So, Namit Arora raises the question on an ethical aspect which still remains unanswered despite the evolution of human thought and societies. Who is to decide the extent to which each individual will be given the opportunity to take advantage of his/her gifts, the ones that he/she carries since the moment of his/her birth? And then, there is always this second question, following this first one. Who is responsible, who is to blame for the gifted or not gifted life that people are provided with? Because whether we like it or not, people are condemned in a way to experience specific opportunities based on the environment within which they are born and brought up. How ethical is that? It is not ethical but then again it cannot be characterized as a deliberate unethical action on behalf of human societies. Besides, it has always been common knowledge, ever since the first human societies that people’s lives are in way pre-defined and pre-destined according to their social and historical environment, not to mention their geographical area of residence. Still, the question remains. How much can people do, especially nowadays in order to turn this situation which is unfair, upside down?
Both articles approach the social and philosophical issue of ethics in innovative and sincere ways. Both writers seem to go deep in the real meaning of what ethics is supposed to be. In my opinion, ethics is all about equal opportunities and total lack of unjust decisions. But although it seems simple to be defined, it is very difficult to be applied. It takes much more than just the personal initiation and action. Societies have been structured in such a way that they seem to provide people with equal opportunities but only in a theoretical level. Money and the financial profit in general has always been the basic core of the social buildings and organizations. There is so much conflict between countries, personal and national interest which cannot be perceived by common mortals who are only interested in living with themselves and the others in peace.
It could be argued that the more progress is made, the less ethical human societies become. Progress puzzles people because there has not been efficient back-up as far as the best way to deal with this progress is concerned. People are certainly and by all means entitled to be given equal opportunities but it is of main priority that people are educated in such a way that they know how to take advantage of these equal opportunities.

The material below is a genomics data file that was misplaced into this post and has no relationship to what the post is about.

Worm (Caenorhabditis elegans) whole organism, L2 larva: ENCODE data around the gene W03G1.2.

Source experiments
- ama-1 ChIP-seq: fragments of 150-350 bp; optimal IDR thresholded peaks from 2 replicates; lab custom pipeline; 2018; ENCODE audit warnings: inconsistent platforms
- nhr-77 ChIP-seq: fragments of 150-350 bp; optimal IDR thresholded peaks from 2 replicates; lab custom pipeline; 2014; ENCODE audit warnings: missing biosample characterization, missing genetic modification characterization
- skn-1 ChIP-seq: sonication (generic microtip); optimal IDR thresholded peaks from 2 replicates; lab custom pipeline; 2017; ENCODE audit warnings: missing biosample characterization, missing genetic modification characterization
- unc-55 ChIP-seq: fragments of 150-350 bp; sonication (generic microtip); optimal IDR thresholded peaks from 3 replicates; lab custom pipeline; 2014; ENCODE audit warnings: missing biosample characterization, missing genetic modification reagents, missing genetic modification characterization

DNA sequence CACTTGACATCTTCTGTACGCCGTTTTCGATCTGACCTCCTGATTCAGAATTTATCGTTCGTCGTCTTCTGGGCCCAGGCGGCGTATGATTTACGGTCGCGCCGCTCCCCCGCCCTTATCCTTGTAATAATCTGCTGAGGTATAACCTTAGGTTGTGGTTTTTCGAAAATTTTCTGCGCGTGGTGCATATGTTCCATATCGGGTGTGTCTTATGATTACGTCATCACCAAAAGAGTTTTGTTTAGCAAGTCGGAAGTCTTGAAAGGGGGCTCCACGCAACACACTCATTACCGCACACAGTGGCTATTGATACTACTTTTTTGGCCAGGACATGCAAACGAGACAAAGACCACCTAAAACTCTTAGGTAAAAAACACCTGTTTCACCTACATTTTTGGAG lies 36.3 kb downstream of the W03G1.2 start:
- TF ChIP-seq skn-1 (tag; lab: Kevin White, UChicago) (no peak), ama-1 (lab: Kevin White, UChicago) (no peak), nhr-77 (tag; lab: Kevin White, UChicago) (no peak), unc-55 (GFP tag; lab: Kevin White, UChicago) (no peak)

People nowadays have entered a rat race and they do not seem to see any glimmer of light at the end of the tunnel. Their survival has become more than simply difficult. Although they are provided with all these technological appliances and benefits of scientific development, they seem to be leading a much more complex life in which they do not feel orientated. The rivers always flow forward and this means that nature itself taught people that progress is desirable and necessary so that life can keep its meaning and value. Yet, there are still so many unanswered and unsolved problems and issues.
People have lost their orientation and the great boom in all the fields of their lives have mixed up theories, cultures, ideas, and beliefs. In my opinion, the most serious problem of all is the fact that people have lost faith in the meaning and value of life. They are brought up either in a highly privileged environment in which they find themselves entailed in a boring everyday life deprived of emotion and movement, or in an underprivileged environment in which they still ahev to fight for their basic rights such as freedom and nutrition. There seems to be no middle class once more on the threshold of the 21st century. And there are a number of reasons for this.
Only when people realize and remember their forgotten internal knowledge on what their moratl life ought to be, do they have a chance to make just decisions and lead an ethical life. it certainly needs the cooperation of all and the well-established educational system which will teach them how to find the real values in life and keep them untouched by the sirens of disorientating challenges.
Arora, Namit ‘What do we deserve?’ , March 2011, derived from http://thehumanist.org/may-june-2011/what-do-we-deserve
Wallace, Foster David ‘Consider the Lobster’, August 2004 derived from http://www.gourmet.com/magazine/2000s/2004/08/consider_the_lobster